Underpinning much of the workshop discussions around developing a useful urban resilience assessment toolkit was the need to understand and assess resilience both as an outcome and a process. Assessing processes for building resilience are as important as assessing the resilience of the built form. Building resilience is a social and institutional process that strengthens the capacity of cities and communities to respond and adapt to shocks and gradual changes and includes actions for learning and experimentation in urban environments (e.g., community emergency management or green infrastructures planning). There emerge challenges and trade-offs between generating comprehensive assessment tools (that include quantitative data and criteria prioritization) and tools providing direction and guidance for community resilience management (i.e., measuring vs assessing). The former focuses more on resilience as an outcome, and the latter, to understanding resilience as a process. The challenge is to ensure that an assessment framework can incorporate both.
Assessing urban resilience therefore involves characterizing the resilience of different communities in different contexts (urban, rural, peri-urban, coastal, etc.) including capacities to prepare, respond, adapt and change as well as characterizing the resilience of different urban form and infrastructure. Characterizing and defining ‘community resilience’, in both existing and emerging communities, urban and/or rural, geographical and virtual raises a number of issues around how to assess resilience across changing communities. For example, in our rapidly urbanizing planet, we need to examine: who’s part of the “urban community”, and why? How might resilience help us to articulate which capacities to whom within different communities? Are those communities who are becoming urban, losing or gaining capacities and opportunities? See for example the case of rural communities migrating to urban slums. Do they gain capacities to respond and adapt to major events? In other words, in becoming urban, is personal and social resilience increasing or decreasing? This need to articulate (and assess) the nexus between community resilience, urban form and the capacity to manage and govern for resilience emerged as one of the central challenges in developing an integrated urban resilience assessment framework.
The four day workshop involved presentations of both conceptual approaches and applications to assessing resilience in different contexts largely across the Asia Pacific region. Not surprisingy, much discussion centered around definitions, system boundaries, urban scales, planning processes, metrics, data availability and validity as well as the more fundamental question of why do a comparative assessment and for what purpose, such as benchmarking, monitoring, diagnosis, and a selection of urban development alternatives. While resolving these issues will be part of any iterative and ongoing process, it was clear by the end of the workshop that to produce a valid and useful assessment framework, indicators and measures must to a large extent be ‘co-produced’ with the local communities and stakeholders whose contexts are being assessed. Developing a comparative framework while valuable will always be messy and incomplete particularly given the breadth of contexts and metrics available and the variety of purposes in doing an assessment. For some, an assessment might be useful to inform or shape policy-making, disaster preparedness and response strategies and infrastructure investment, for others to increase community awareness and cohesion. Clarifying both the meaning of urban resilience and the purpose of a doing an assessment are essential first steps. In the growing momentum to measure and compare the resilience of different cities and communities, we need to be mindful that a useful and effective assessment process will be one that is embedded in and informs decision making over the long term. Building urban resilience necessarily integrates multiple scales and social and institutional processes, and requires effective and efficient multilevel governance focused on providing for and connecting the needs and resources of different urban communities. Urban community resilience needs to be informed, built and networked through both bottom-up and top-down actions. Developing an assessment framework that can support and inform these actions is surely a worthy purpose.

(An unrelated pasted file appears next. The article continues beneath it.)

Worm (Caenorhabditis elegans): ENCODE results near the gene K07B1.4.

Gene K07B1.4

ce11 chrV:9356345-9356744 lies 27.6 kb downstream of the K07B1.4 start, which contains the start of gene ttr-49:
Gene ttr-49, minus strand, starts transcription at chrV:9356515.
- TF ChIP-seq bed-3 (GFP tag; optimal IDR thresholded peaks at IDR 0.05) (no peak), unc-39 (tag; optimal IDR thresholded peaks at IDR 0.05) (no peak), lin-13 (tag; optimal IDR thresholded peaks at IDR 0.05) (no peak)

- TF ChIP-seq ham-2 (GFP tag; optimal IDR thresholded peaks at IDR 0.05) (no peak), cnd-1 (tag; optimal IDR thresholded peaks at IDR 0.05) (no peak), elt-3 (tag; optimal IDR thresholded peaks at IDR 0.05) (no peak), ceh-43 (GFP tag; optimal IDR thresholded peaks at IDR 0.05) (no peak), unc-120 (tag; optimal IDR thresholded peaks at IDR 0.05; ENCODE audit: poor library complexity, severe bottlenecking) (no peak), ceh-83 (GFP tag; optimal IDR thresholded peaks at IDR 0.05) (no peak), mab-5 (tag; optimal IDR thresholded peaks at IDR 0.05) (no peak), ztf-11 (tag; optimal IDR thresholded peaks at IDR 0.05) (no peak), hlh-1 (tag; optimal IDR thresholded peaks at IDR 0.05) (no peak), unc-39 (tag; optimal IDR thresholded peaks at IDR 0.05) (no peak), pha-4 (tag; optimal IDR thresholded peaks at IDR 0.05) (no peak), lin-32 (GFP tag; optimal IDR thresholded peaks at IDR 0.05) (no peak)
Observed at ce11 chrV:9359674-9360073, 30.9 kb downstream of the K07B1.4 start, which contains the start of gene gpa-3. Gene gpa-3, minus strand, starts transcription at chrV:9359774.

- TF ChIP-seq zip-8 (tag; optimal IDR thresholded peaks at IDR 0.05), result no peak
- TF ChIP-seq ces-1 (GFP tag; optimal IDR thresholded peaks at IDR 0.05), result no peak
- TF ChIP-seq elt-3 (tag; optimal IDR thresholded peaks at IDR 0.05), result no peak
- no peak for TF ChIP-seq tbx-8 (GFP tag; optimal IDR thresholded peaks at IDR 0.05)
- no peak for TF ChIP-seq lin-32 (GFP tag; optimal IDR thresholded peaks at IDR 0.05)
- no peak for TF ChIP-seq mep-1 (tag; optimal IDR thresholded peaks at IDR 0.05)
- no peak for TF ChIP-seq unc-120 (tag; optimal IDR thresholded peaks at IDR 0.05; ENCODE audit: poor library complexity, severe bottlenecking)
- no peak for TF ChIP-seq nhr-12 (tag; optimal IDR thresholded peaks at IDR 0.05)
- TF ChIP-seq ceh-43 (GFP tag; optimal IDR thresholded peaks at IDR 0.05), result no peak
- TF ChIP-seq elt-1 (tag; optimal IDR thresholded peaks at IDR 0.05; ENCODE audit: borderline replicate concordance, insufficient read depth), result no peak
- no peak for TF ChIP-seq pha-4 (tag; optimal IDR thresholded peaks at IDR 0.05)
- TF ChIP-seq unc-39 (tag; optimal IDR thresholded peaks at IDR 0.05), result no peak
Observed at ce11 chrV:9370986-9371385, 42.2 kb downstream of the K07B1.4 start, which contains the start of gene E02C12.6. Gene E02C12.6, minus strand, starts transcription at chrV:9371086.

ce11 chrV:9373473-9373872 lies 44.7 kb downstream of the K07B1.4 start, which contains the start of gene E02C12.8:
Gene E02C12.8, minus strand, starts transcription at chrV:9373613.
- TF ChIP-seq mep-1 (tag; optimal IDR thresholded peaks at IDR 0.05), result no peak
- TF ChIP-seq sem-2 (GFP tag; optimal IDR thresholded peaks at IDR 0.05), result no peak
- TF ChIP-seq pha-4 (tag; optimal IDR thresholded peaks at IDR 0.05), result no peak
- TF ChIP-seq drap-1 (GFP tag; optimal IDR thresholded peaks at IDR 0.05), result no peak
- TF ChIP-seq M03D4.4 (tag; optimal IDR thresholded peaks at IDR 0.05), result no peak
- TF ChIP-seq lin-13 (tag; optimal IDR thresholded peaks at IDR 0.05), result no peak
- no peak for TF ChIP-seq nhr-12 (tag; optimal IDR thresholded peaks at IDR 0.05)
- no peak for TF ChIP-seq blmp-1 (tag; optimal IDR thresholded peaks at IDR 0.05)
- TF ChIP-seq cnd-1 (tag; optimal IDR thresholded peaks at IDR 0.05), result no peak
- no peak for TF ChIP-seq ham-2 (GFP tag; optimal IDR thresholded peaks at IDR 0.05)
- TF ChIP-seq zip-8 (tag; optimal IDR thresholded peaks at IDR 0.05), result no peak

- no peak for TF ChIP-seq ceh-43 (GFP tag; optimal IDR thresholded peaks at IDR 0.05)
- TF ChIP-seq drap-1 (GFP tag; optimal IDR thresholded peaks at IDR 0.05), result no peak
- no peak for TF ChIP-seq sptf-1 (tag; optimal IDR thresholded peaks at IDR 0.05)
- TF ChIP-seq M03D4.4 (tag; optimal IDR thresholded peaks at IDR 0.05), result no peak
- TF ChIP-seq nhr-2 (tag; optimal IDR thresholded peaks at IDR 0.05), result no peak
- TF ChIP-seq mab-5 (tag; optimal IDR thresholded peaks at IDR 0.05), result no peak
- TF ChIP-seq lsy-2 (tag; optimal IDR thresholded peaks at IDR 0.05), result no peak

Financial support for the workshop was provided by APN, NIES, and UGEC.
Lilia Yumagulova is a Ph.D Candidate at The University of British Columbia in Vancouver, Canada.
Dr. Lorenzo Chelleri is a Postdoctoral Research Fellow at the Gran Sasso Science Institute (GSSI) in L’Aquila, Italy.